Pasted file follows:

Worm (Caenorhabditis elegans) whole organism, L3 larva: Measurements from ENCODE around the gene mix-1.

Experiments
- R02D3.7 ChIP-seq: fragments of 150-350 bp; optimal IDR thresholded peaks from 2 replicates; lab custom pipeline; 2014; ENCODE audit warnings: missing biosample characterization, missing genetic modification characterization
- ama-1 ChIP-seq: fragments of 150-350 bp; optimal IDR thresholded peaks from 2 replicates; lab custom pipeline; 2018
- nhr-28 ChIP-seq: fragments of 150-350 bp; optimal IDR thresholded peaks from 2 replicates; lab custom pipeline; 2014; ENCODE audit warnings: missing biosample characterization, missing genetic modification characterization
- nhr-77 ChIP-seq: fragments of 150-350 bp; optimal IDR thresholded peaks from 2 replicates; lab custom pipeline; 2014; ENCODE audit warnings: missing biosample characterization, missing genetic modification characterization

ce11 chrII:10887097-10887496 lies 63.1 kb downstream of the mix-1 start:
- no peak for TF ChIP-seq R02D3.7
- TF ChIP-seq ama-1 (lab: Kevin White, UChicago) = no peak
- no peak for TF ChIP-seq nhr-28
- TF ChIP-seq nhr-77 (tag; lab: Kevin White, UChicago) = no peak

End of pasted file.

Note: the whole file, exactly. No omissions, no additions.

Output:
Worm (Caenorhabditis elegans) whole organism, L3 larva: Measurements from ENCODE around the gene mix-1.

Experiments
- R02D3.7 ChIP-seq: fragments of 150-350 bp; optimal IDR thresholded peaks from 2 replicates; lab custom pipeline; 2014; ENCODE audit warnings: missing biosample characterization, missing genetic modification characterization
- ama-1 ChIP-seq: fragments of 150-350 bp; optimal IDR thresholded peaks from 2 replicates; lab custom pipeline; 2018
- nhr-28 ChIP-seq: fragments of 150-350 bp; optimal IDR thresholded peaks from 2 replicates; lab custom pipeline; 2014; ENCODE audit warnings: missing biosample characterization, missing genetic modification characterization
- nhr-77 ChIP-seq: fragments of 150-350 bp; optimal IDR thresholded peaks from 2 replicates; lab custom pipeline; 2014; ENCODE audit warnings: missing biosample characterization, missing genetic modification characterization

ce11 chrII:10887097-10887496 lies 63.1 kb downstream of the mix-1 start:
- no peak for TF ChIP-seq R02D3.7
- TF ChIP-seq ama-1 (lab: Kevin White, UChicago) = no peak
- no peak for TF ChIP-seq nhr-28
- TF ChIP-seq nhr-77 (tag; lab: Kevin White, UChicago) = no peak